Ticks can appear in many places on a dog's body, but there are some areas that ticks are particularly likely to infest. It is not uncommon for a tick bite to go unnoticed in a dog. Ticks can hide in dense animal fur and are often difficult to spot. In fact, 30 to 60 percent of dog tick bites go unnoticed, which can lead to a significant risk of infection.
Regular tick protection is important
Unfortunately, the tick protection measures that many dog owners take often do not help to minimize the risk of tick infestation. Two studies by the University of Veterinary Medicine in Vienna have shown that almost every second dog had a tick-borne infection in the year of the study. One reason is that many Dog owners do not refresh the tick repellent regularly or apply only when you have already found a tick on your dog. It is therefore important that dog owners regularly check their dogs for ticks and find out about effective tick protection measures. In addition to the use of tick collars, drops or sprays, this also includes the use of special tick removers. This ensures that man's best friend is protected from tick infestation and the associated risk of disease.
Check the dog for ticks
Checking a dog for ticks is an important part of regularly grooming a pet. Here's a step-by-step guide on how to check your dog for ticks and what spots are particularly popular for tick infestations.
Examine your dog immediately after the walk. When it comes to ticks, speed matters. Many pathogens are only transmitted after some time, which is why it is important to remove the tick quickly. Start at your dog's head and work your way systematically through his body. Use your fingertips to gently stroke through the fur to look for any protruding tangles. Search especially in the following areas:
- head and neck: Ticks are often found in the ears, around the mouth, on the forehead and on the dog's neck.
- Belly: The abdominal area is often covered with grass and other plants, which are a perfect habitat for ticks.
- armpits: Ticks love moist and warm environments, so the armpits are another favorite spot for tick infestations in dogs.
- groin area: The groin area is often covered by tall grasses and bushes that can harbor ticks.
- paws: The spaces between the toes and the pads of the paws are also places where ticks are common.
Once you find a tick, you should remove it as soon as possible. Use tick tweezers to do this. You can find instructions on how to properly remove a tick on our blog. Grab the tick as close to your dog's skin as possible and pull it straight and evenly out. Be careful not to crush or crush the tick as you pull it out, as this can cause it to release pathogens into your dog's body.
After removing a tick, you should your Observe dog for at least a few daysto make sure he doesn't show any signs of infection. If you notice any redness, swelling, or spreading redness around the bite site, you should see your veterinarian.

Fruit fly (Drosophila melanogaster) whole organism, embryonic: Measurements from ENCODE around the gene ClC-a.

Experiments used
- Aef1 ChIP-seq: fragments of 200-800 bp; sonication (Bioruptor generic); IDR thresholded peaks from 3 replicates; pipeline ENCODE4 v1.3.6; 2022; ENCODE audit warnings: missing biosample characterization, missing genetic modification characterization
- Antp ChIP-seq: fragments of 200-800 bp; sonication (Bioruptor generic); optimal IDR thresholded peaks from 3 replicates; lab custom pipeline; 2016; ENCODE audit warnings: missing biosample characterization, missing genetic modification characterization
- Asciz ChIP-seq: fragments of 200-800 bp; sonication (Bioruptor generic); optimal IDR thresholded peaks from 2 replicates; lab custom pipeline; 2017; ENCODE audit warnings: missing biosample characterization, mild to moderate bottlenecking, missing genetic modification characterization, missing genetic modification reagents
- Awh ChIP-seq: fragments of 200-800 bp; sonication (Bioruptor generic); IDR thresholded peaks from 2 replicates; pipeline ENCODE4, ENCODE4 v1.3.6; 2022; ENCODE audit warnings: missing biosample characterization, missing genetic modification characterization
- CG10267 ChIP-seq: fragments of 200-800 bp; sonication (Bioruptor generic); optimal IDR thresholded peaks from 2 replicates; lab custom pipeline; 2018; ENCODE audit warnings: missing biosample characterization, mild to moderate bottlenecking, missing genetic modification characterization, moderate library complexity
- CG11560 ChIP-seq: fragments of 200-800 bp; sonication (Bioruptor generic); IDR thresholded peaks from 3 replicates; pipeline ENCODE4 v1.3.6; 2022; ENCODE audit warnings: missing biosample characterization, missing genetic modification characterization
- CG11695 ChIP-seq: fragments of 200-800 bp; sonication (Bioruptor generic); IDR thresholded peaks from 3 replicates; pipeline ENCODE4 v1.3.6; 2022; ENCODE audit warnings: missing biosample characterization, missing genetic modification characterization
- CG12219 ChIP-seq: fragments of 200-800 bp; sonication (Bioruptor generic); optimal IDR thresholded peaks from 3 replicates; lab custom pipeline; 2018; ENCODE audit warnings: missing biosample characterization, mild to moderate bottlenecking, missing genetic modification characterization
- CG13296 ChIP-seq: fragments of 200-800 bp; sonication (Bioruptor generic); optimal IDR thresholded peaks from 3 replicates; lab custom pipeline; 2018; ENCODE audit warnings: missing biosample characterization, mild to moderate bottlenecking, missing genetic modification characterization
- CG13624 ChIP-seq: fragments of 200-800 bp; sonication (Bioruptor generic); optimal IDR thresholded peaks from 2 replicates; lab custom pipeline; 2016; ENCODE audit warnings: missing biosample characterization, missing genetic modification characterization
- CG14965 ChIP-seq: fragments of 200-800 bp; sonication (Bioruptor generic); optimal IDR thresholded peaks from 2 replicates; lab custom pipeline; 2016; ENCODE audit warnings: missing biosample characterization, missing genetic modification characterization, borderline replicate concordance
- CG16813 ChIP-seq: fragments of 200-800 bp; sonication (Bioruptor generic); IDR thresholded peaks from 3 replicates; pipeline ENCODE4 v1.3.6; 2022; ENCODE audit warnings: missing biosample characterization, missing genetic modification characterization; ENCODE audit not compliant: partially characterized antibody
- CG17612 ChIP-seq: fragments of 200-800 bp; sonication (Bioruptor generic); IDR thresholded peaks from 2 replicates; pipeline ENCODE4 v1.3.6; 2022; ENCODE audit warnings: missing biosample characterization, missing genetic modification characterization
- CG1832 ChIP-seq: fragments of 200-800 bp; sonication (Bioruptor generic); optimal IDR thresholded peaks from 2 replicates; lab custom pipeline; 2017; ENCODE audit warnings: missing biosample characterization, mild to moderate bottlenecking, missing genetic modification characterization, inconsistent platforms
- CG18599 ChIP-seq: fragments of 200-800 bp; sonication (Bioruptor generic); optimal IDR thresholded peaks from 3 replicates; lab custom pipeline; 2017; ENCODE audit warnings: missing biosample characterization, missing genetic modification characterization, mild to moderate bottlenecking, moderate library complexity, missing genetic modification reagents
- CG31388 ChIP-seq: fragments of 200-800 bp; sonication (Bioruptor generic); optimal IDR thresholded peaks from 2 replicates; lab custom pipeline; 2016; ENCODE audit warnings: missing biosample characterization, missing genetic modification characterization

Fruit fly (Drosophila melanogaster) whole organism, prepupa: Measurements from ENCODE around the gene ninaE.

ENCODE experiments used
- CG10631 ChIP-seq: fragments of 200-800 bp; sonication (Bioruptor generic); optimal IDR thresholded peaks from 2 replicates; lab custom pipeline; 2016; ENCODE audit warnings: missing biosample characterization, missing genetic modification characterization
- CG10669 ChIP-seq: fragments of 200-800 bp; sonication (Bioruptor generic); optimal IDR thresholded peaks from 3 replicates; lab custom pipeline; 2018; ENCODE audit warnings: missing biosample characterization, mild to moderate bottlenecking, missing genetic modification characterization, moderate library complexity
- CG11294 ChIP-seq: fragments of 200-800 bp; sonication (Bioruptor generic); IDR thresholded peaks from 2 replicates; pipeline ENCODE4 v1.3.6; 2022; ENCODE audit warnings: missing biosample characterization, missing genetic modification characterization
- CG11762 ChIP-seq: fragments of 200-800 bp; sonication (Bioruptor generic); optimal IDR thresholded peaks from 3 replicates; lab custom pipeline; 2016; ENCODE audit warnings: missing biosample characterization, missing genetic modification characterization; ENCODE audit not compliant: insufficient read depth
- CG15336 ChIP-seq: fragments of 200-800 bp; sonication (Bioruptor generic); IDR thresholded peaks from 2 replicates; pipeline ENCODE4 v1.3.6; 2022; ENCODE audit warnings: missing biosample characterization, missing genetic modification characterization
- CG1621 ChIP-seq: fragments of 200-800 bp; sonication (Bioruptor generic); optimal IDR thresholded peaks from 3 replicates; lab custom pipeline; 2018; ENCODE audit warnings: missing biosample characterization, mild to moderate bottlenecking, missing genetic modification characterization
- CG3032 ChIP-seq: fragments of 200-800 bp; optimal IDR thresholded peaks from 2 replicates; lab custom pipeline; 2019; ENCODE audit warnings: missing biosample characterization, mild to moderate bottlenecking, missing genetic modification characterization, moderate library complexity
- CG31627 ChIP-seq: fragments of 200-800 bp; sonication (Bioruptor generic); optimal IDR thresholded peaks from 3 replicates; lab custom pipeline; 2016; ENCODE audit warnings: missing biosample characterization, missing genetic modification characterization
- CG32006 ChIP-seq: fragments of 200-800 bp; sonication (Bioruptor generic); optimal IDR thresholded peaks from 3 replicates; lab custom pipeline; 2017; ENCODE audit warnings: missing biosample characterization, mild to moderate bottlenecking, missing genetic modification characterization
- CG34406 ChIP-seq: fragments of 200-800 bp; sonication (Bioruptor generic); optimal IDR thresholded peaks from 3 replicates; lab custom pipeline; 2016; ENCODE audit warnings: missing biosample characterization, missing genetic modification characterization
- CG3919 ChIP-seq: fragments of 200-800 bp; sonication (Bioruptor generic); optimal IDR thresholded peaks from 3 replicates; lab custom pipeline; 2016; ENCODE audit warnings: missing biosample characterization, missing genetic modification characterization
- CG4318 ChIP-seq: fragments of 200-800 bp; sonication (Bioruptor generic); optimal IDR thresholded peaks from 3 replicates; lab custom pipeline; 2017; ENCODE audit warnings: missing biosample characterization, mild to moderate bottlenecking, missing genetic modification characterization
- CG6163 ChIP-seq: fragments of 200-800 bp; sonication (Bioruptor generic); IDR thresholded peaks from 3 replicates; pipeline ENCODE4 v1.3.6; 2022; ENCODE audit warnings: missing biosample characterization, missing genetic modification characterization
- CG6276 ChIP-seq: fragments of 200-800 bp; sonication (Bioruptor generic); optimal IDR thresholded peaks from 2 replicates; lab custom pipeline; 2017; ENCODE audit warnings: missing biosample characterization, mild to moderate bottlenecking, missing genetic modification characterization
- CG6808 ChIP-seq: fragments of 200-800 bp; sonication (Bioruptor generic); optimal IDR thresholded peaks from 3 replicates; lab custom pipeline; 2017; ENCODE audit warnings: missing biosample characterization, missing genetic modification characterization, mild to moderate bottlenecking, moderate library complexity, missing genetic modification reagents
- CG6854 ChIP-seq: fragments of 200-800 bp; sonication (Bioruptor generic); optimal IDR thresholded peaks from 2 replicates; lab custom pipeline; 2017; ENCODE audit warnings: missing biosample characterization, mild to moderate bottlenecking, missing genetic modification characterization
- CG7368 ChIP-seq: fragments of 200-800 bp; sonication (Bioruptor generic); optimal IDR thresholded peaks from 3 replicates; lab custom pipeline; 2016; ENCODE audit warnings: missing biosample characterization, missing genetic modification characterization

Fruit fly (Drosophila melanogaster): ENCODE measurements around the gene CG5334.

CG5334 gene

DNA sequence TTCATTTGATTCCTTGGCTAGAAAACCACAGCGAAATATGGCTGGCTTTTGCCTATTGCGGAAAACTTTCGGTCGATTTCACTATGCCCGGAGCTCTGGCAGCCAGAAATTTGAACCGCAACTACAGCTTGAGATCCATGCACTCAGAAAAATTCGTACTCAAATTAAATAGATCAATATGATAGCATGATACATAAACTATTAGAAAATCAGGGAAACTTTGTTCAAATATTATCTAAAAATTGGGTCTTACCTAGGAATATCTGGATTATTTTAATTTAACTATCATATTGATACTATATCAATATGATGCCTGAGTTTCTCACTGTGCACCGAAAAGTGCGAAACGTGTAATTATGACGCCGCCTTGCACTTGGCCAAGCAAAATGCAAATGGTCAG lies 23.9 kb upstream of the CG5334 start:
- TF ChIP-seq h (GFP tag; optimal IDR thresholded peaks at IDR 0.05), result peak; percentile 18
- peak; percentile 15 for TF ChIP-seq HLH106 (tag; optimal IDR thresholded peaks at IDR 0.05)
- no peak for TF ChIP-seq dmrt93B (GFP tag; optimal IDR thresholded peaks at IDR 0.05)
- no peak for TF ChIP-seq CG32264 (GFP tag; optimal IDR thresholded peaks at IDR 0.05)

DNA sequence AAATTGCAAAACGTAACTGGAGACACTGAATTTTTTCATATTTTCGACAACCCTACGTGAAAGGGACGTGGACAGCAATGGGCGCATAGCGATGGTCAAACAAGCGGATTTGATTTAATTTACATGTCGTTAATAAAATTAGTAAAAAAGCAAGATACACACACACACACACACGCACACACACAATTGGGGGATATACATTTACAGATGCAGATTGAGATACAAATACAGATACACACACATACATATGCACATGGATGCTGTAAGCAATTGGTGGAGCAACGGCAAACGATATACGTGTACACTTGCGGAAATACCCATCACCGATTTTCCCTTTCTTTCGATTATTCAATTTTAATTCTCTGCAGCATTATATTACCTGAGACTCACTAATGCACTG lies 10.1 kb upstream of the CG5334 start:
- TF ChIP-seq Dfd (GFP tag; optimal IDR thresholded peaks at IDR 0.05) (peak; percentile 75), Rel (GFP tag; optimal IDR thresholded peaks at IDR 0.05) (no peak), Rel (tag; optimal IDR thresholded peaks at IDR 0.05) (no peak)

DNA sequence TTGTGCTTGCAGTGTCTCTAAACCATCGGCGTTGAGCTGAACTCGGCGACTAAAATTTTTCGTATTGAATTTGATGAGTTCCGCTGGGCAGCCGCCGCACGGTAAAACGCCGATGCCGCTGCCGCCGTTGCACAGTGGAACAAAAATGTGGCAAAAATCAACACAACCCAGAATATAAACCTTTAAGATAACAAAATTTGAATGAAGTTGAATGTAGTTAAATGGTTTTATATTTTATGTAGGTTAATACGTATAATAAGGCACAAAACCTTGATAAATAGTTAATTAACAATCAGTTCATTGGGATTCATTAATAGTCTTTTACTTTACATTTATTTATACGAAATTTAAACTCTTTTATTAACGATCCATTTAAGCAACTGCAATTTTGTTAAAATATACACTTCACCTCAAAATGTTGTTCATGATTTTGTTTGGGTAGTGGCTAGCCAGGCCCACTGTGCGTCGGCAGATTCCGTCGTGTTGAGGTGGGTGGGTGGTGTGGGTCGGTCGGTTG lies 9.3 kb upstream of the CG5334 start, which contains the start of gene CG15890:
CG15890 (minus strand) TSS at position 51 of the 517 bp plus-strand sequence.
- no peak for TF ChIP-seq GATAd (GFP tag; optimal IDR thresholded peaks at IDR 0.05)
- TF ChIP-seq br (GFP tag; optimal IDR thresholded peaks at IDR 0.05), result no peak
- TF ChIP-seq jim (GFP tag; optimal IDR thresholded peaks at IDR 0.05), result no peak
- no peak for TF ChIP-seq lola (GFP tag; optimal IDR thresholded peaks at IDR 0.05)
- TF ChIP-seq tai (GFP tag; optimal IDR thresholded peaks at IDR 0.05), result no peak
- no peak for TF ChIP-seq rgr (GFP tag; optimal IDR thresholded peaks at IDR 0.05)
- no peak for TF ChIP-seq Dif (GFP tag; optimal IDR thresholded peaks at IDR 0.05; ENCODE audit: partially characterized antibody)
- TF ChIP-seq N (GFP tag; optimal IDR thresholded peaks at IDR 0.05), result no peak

Tick infestation according to the study
In the Vienna study, 90 dogs in Austria were examined to see when different types of ticks become active and which parts of the dog's body they prefer. The dogs were divided into three groups: 'untreated', 'treated with an acaricide/repellent' (permethrin) and 'treated with acaricide only' (fipronil) and examined for ticks in their natural habitat. The number and type of ticks occurring during and outside the shelter were recorded over an 11-month period, and the locations at which the ticks bite on the dog's skin were noted.
The favorite places where the ticks bite were the Head, the Neck, the shoulder and the Breast of the dog. This distribution on the dog's body was unaffected by the use of medication, although fewer ticks overall (22.5% of all ticks) were found in dogs with protection. Interestingly, there were differences in the rate of infection over the year between the treated and untreated dogs. The acaricide-treated dogs had a higher rate of infection in April, May, and September, while the dogs in the acaricide/repellent group had a higher rate of infection in March, July, October, and November.
Overall, the study showed that different tick species become active at different times of the year and prefer different parts of the dog's body. The use of acaricides leads to a significant (p<0.01) reduction in the number of tick infestations, but does not affect the distribution of ticks on the dog's body.
- Shower GG, Feiler A, Leschnik M, Joachim A. Seasonal and spatial distribution of ixodid tick species feeding on naturally infested dogs from Eastern Austria and the influence of acaricides/repellents on these parameters. Parasite Vectors. 2013 Mar 19;6:76. doi: 10.1186/1756-3305-6-76. PMID: 23510263; PMCID: PMC3621693.